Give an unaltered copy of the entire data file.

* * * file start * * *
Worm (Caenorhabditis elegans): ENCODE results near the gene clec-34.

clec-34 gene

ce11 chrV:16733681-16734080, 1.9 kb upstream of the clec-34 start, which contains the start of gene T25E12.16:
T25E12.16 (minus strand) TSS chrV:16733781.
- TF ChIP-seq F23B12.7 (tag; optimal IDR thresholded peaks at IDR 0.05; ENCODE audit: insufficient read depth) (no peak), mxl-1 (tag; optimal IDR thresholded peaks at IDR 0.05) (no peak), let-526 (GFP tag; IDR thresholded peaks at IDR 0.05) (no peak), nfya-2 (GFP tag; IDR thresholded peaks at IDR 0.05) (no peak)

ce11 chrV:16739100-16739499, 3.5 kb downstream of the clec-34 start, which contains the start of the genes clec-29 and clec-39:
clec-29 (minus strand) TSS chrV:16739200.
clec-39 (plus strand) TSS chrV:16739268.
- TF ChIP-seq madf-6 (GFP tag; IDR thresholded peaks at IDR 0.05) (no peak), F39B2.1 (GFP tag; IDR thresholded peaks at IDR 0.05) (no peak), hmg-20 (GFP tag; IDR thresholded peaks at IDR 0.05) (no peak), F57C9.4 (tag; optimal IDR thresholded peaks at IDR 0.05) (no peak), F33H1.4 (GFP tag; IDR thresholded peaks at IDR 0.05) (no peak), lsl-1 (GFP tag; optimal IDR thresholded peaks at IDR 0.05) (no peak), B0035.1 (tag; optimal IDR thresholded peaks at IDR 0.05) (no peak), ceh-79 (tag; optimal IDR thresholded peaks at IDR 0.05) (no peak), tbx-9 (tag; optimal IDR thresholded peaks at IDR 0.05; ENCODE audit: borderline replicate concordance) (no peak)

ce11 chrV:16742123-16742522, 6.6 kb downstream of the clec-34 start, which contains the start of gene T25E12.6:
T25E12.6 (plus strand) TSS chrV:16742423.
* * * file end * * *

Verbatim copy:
Worm (Caenorhabditis elegans): ENCODE results near the gene clec-34.

clec-34 gene

ce11 chrV:16733681-16734080, 1.9 kb upstream of the clec-34 start, which contains the start of gene T25E12.16:
T25E12.16 (minus strand) TSS chrV:16733781.
- TF ChIP-seq F23B12.7 (tag; optimal IDR thresholded peaks at IDR 0.05; ENCODE audit: insufficient read depth) (no peak), mxl-1 (tag; optimal IDR thresholded peaks at IDR 0.05) (no peak), let-526 (GFP tag; IDR thresholded peaks at IDR 0.05) (no peak), nfya-2 (GFP tag; IDR thresholded peaks at IDR 0.05) (no peak)

ce11 chrV:16739100-16739499, 3.5 kb downstream of the clec-34 start, which contains the start of the genes clec-29 and clec-39:
clec-29 (minus strand) TSS chrV:16739200.
clec-39 (plus strand) TSS chrV:16739268.
- TF ChIP-seq madf-6 (GFP tag; IDR thresholded peaks at IDR 0.05) (no peak), F39B2.1 (GFP tag; IDR thresholded peaks at IDR 0.05) (no peak), hmg-20 (GFP tag; IDR thresholded peaks at IDR 0.05) (no peak), F57C9.4 (tag; optimal IDR thresholded peaks at IDR 0.05) (no peak), F33H1.4 (GFP tag; IDR thresholded peaks at IDR 0.05) (no peak), lsl-1 (GFP tag; optimal IDR thresholded peaks at IDR 0.05) (no peak), B0035.1 (tag; optimal IDR thresholded peaks at IDR 0.05) (no peak), ceh-79 (tag; optimal IDR thresholded peaks at IDR 0.05) (no peak), tbx-9 (tag; optimal IDR thresholded peaks at IDR 0.05; ENCODE audit: borderline replicate concordance) (no peak)

ce11 chrV:16742123-16742522, 6.6 kb downstream of the clec-34 start, which contains the start of gene T25E12.6:
T25E12.6 (plus strand) TSS chrV:16742423.